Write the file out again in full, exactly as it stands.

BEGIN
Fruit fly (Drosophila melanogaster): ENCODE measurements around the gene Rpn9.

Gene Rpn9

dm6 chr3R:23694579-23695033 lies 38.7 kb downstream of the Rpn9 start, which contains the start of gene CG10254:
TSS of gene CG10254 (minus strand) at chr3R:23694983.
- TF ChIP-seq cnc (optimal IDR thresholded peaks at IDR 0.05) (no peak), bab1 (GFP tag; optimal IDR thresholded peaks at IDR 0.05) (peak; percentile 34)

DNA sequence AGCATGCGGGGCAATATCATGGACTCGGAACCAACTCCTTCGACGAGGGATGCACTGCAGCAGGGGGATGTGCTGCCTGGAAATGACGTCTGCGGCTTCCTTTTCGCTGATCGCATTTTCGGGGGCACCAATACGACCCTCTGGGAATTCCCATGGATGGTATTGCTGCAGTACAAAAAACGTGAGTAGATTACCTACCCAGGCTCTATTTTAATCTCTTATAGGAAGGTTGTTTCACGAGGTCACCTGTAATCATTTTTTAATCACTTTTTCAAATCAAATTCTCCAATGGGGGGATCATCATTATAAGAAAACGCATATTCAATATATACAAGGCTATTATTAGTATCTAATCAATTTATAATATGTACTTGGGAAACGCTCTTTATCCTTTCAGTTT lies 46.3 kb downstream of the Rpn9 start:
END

Fruit fly (Drosophila melanogaster): ENCODE measurements around the gene Rpn9.

Gene Rpn9

dm6 chr3R:23694579-23695033 lies 38.7 kb downstream of the Rpn9 start, which contains the start of gene CG10254:
TSS of gene CG10254 (minus strand) at chr3R:23694983.
- TF ChIP-seq cnc (optimal IDR thresholded peaks at IDR 0.05) (no peak), bab1 (GFP tag; optimal IDR thresholded peaks at IDR 0.05) (peak; percentile 34)

DNA sequence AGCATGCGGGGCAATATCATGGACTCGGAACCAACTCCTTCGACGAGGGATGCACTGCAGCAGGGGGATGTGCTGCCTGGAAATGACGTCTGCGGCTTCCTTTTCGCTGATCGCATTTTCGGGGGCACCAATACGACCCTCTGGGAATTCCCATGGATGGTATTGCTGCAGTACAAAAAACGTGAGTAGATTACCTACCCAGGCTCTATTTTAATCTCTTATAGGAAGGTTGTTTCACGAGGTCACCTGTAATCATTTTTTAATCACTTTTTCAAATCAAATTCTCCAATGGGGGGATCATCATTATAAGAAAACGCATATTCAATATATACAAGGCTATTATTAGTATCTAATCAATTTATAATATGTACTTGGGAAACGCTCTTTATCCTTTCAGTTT lies 46.3 kb downstream of the Rpn9 start: